Sad news today for Harrison football and the Harrison community. Art Troilo Sr., the longtime Harrison coach and the father of the team’s current head coach, passed away at 81 after a long battle with cancer.
Troilo Sr. was a staple at football games until recently when he was too sick to attend. He coached 11 years as an assistant at the school, another 11 as the head coach and, as the school’s AD, hired his son, Art Troilo Jr., who has coached two state champions. Art Sr. also played and starred at Syracuse University, running in the same backfield as the great Jim Brown.
But enough from me. Here’s a 2009 column by Rick Carpiniello, who knew Art Sr. a heckuva lot better:
Art Troilo Jr. synonymous with Harrison football
HARRISON – I’ve done hundreds of stories on the best coaches I know. Here’s one on the coach I know best: Art Troilo Sr.
He wasn’t around long enough (11 years as an assistant, 11 as head coach) to reach major milestones, finishing his football-coaching career at 66-23-3. And he wasn’t around late enough to win sectional or state playoffs – and even his son, a two-time state-champion coach, admits that we put too much emphasis on those things.
Art Sr., 77, is being honored along with two of Harrison’s best teams – his 1973 team, and the ’87 team that Artie Jr. thinks was as good as his state-championship teams – at a golf outing and dinner Wednesday at the Canyon Club in Armonk.
Having played (albeit sparingly) in ’73, I can tell you with certainty how much that team respects and thanks the man because of a sacrifice he made before that 9-0 season.
On the eve of the season, the Harrison teachers union went on strike.
“I sat down with (assistants Ted Coppola and Don Ferraro),” Troilo said. “I didn’t know what the heck to do. They were talking about going on strike, and we were already in our third week of practice. It was a great ballclub, and I said to the guys, ‘Go out. … I’ll keep the kids going.’ ”
He told his wife, Karen, “How can I tell these kids I’m going on strike, when they’ve given me three weeks in terrible heat and worked so hard? I can’t do that.”
So Troilo, who felt the union was using the football team as a pawn, took a 55-man roster into the season by himself. Some alumni from the program – John Gelcich, Bill D’Imperio and John Selvaggio – volunteered their time. And the winning began and never stopped.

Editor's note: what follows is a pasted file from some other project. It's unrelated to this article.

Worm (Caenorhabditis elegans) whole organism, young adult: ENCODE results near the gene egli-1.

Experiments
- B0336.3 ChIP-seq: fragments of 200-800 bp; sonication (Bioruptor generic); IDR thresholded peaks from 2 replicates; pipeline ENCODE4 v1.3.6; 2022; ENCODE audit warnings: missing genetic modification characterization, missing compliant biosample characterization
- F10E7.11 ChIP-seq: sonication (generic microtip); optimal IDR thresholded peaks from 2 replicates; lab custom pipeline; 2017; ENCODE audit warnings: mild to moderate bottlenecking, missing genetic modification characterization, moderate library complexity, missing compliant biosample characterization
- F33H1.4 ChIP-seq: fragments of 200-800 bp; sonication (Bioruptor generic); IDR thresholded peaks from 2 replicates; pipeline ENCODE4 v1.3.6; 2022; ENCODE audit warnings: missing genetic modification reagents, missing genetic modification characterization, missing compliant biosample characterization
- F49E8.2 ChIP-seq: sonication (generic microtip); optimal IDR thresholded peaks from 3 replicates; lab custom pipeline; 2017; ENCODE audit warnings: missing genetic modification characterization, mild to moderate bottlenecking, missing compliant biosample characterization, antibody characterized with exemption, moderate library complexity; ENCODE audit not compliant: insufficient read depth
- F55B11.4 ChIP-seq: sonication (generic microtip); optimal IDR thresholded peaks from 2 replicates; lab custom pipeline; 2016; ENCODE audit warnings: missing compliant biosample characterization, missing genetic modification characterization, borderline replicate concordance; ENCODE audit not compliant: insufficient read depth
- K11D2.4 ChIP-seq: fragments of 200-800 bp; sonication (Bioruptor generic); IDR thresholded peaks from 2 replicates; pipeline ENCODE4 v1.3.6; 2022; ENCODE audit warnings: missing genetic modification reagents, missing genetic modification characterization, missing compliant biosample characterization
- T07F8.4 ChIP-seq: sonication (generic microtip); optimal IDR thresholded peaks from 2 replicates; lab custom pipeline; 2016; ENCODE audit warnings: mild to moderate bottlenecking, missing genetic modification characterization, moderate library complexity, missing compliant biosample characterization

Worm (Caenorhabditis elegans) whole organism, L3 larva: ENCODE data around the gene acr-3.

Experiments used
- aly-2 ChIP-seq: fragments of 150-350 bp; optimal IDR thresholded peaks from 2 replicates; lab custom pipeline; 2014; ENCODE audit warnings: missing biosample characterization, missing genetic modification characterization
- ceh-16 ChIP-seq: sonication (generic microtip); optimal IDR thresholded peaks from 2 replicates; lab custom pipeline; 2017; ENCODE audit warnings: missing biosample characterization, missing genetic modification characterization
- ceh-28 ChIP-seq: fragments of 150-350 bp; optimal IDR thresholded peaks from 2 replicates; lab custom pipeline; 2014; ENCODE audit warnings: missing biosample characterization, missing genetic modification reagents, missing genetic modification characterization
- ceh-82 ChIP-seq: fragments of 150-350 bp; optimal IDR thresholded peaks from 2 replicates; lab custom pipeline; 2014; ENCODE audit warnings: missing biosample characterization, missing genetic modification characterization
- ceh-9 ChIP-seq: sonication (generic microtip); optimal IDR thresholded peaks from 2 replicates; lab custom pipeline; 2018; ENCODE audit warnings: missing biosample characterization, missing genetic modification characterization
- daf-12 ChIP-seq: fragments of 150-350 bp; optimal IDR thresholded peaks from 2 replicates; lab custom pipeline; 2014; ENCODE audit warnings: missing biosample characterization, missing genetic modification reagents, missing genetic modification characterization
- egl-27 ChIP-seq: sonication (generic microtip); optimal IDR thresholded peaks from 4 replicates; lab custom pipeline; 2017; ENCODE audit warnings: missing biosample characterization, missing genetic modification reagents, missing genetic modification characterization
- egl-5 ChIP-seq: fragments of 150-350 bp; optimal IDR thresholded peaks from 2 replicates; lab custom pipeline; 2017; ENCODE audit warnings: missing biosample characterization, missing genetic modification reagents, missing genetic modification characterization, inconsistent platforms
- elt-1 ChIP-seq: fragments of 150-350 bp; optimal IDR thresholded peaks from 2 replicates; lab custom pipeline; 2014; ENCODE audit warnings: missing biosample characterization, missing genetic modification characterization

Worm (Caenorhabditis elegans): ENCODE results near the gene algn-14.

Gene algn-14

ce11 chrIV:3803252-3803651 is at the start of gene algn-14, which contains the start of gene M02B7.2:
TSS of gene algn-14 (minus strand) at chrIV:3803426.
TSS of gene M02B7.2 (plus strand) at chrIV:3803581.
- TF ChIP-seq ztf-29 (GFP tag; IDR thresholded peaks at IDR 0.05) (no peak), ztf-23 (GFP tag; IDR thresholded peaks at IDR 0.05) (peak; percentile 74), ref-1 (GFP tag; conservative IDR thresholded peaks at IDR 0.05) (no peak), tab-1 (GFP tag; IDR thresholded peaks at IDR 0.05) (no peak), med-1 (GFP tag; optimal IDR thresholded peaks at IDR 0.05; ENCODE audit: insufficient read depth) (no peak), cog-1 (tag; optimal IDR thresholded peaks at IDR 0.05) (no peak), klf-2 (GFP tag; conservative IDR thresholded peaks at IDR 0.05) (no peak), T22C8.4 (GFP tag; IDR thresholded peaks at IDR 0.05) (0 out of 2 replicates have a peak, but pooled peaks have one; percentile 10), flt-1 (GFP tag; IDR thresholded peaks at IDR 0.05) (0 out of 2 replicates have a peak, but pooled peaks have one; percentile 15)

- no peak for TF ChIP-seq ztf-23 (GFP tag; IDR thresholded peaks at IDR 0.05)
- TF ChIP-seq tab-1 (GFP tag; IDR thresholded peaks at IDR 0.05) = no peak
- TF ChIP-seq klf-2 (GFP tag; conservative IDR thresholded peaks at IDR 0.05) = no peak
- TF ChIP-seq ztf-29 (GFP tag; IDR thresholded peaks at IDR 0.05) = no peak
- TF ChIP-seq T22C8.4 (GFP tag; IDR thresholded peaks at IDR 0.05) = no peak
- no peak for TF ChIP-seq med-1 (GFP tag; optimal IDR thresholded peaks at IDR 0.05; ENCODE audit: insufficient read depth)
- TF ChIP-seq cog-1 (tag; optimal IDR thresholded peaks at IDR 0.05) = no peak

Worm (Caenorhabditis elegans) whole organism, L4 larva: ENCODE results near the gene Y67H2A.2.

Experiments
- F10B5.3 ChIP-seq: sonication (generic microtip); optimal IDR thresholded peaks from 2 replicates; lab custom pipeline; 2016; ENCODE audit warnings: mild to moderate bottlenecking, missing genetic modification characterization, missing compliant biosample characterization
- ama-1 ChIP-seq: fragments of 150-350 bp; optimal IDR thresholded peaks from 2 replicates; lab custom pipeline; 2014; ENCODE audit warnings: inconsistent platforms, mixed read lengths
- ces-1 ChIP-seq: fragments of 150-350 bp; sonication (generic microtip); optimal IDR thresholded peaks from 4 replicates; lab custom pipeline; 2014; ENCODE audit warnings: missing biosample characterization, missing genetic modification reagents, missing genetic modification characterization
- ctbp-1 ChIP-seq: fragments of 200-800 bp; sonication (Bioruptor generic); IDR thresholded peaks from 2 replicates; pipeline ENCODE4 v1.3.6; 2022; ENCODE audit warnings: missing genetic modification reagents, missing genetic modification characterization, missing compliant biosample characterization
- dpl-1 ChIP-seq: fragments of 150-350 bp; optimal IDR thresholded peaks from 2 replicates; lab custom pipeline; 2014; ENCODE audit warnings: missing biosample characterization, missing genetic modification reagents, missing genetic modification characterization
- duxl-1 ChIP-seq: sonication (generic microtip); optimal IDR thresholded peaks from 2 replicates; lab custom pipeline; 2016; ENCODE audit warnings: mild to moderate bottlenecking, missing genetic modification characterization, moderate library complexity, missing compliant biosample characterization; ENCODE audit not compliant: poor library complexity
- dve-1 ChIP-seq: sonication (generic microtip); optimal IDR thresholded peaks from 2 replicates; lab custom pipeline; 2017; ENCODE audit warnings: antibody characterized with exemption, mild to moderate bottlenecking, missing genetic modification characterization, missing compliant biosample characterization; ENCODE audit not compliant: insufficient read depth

Some people in the town and in the school still don’t speak with Troilo, who later became the athletic director, and eventually hired his son, who is the longest-tenured football coach (23 years) in school history.
“He was not going to let the strike get in the way,” said Seth Morris, the star tailback on that ’73 team. “The kids were more important. We had all waited years and years to be seniors on the Harrison Huskies and get our time, and he was not going to let that pass for us.
“That was very special to me.”
Troilo was a defense/field position/ball-control coach who would quick- kick on third down more often than he’d pass the football.
Before that, he had been a standout athlete.
“Here’s a kid whose parents were immigrants, coming out of Harrison and going to Syracuse University,” said North Rockland AD/football coach Joe Casarella, who played at Harrison in the 1960s when Troilo was an assistant, and grew up a block from the Troilo family. “He was a tremendous role model for me, so I could see how education changes a life. It gave him a livelihood that he loved.
“For me and a lot of people, he carries himself so well, and he speaks badly of no one, he’s almost like Harrison’s little Joe DiMaggio for us.”
Another name to whom he’s linked is Jim Brown.
When Troilo first went out for football as a freshman at Harrison, he wanted to play center. They gave him No. 99.
“Then when we went out for wind sprints, I was the fastest one. So they said, ‘You’re in the backfield.’ ”
Troilo – a five-letter (football, basketball, baseball, track and golf) athlete from 1947-50, held the state long-jump record for about 10 years (Claudio Delli Carpini recently broke his school record). Then he started for three years at tailback for Syracuse, and also played defense and punted. He played in the Orange Bowl as a sophomore.
Brown, who joined the team in Troilo’s junior year, was not a blocker, not a receiver and he didn’t play defense. Troilo was averaging about 11 yards a carry as a senior.
“I sprained my ankle against Cornell senior year,” Troilo said. “Jimmy Brown feels that’s where he got his break. That’s what he credits me for. He wasn’t playing my position. We could all play each other’s positions. The week before, I played fullback. But Jim Brown could only play tailback. I got hurt, and they put him at tailback. They found a position for him. Just give him the ball. He was a ballcarrier. He was an automatic pro from the time he hit the field.”
Troilo went into the Navy, where he was asked to organize and coach football, basketball and baseball teams at Camp Lejeune, N.C.
“What a pleasure that was,” he said. “I never wore a uniform. I always wore sweats.”
He said that 1957 “was a great year for me. I got a wife, I got a job and I got out of the service.” The job was at Harrison, as an assistant to Allie Young, and later to Ralph Friedgen Sr. Karen – with whom he has four children and 12 grandchildren – has been on the sideline almost uninterrupted for 44 seasons, including a Rye game she attended a day after being released from ICU after quadruple bypass surgery.
You might say that together, they are the heart of the program.